Kenneth Branagh charts the last few years of Shakespeare’s life in All Is True.

Certificate: 12A
Director: Kenneth Branagh
Lead cast: Kenneth Branagh, Judi Dench, Ian McKellen, Kathryn Wilder,
Release date: Out now
Reviewer: Charlotte Harrison

There’s a prevailing sense here that this is Branagh’s cinematic equivalent of going on a jolly one summer. Last year, Judi Dench was one of four dames to appear in the documentary Nothing Like A Dame, which was essentially the foursome reminiscing about their lives over cups of tea. This is sort of the fictional variant, with Branagh being able to hang out with his favourite people while returning to the foundation of his career – William Shakespeare.

And the end result isn’t too shabby. The title ‘All Is True’ refers to the advice The Bard gives an ardent fan who’s followed him to his escape back to the country. On 29th June 1613, The Globe Theatre burned down during Act 1 Scene 4 of Henry VIII. It was to be Shakespeare’s last play and the one that encouraged him to return home, after 20 years away. The advice he gives is in answer to the fan questioning how William knew and created so much, given that he left school at 14 and never travelled.

Shakespeare’s answer also sums up the ethos of the film itself. It’s founded on truth with a degree of artistic licence. It makes for compelling watching. If 2015’s terrific Bill (made by the team behind Horrible Histories) is about a young Shakespeare on the come-up, this film is about the man on his way down. The plot is simple, watching him play out his final years and self-inflicted retirement, during which he simply goes to work on the garden.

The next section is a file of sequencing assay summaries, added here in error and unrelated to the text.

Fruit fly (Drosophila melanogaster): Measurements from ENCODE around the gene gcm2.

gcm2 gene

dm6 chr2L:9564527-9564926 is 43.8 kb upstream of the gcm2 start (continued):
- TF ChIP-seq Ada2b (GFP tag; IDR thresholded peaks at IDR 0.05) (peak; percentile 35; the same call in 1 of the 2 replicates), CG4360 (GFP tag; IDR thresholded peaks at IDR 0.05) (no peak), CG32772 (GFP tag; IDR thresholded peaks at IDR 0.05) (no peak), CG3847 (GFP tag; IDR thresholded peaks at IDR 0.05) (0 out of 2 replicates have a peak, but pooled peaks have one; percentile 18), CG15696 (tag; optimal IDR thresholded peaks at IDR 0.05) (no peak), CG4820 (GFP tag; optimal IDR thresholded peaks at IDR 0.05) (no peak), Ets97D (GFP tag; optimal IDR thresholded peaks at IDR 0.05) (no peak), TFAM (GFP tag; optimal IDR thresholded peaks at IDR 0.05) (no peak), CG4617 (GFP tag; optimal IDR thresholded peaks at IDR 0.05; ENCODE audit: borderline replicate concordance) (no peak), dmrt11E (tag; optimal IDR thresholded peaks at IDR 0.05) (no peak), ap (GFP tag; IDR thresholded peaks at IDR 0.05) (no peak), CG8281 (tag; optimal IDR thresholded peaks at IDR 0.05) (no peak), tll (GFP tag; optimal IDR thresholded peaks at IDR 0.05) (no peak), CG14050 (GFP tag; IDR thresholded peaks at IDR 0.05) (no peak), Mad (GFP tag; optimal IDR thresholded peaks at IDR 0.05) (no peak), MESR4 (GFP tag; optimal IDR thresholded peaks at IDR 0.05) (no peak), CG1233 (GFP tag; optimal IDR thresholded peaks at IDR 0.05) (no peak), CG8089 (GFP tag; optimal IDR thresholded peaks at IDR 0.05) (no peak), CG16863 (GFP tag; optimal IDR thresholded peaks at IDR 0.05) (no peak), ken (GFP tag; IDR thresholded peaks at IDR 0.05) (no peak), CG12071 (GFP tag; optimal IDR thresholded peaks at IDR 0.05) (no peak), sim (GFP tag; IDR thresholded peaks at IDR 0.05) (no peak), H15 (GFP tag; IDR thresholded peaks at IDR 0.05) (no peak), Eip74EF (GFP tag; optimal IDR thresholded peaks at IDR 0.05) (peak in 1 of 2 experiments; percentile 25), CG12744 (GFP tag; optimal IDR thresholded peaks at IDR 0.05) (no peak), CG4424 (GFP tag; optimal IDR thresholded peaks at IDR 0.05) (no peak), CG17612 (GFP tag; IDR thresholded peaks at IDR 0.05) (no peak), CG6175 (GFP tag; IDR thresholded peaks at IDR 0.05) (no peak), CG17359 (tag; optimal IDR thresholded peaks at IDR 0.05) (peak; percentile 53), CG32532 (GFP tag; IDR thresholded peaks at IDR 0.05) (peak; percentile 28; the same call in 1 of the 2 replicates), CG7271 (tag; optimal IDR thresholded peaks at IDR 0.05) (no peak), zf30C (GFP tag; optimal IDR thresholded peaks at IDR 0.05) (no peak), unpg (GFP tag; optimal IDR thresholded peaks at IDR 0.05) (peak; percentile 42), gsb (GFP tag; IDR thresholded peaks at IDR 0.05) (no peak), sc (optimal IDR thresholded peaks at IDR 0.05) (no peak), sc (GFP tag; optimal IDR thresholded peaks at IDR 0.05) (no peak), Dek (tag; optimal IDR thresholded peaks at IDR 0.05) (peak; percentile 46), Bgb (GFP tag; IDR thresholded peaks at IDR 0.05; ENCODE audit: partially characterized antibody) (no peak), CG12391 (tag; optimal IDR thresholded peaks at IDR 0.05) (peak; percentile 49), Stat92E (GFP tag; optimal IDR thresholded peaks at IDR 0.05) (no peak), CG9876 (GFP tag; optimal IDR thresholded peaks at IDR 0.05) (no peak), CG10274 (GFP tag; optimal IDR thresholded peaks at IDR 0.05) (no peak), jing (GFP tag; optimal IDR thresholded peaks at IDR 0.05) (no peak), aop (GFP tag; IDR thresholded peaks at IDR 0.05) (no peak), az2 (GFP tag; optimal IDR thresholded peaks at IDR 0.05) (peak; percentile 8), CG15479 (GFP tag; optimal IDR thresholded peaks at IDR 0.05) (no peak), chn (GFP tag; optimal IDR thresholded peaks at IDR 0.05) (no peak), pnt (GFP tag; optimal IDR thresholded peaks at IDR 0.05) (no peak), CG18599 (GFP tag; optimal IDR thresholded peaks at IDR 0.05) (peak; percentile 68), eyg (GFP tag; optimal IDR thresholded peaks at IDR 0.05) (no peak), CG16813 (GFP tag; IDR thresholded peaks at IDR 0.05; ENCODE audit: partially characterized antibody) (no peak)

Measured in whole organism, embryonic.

Comprised of one part history lesson, one part fan fiction and one part family drama, it’s an immensely pleasant way to spend 100 minutes. Watching it is like sitting in a really comfy leather club chair – you know you’re in safe hands as you’re seeing familiar faces bring the history books to life. Branagh is the star of the show, equipped with a prosthetic nose that transforms his visage into the face of Shakespeare’s best-known portrait. There are little nods here and there, such as a man in possession of yellow stockings à la Twelfth Night, along with some more explicit references, such as when Branagh and a bewigged Ian McKellen recite sonnets while lamenting long ago youth. It’s the film’s most powerful scene and one that epitomises it well.

An elegy about love, loss and longing. One that’s poetic in its truth and its heart.

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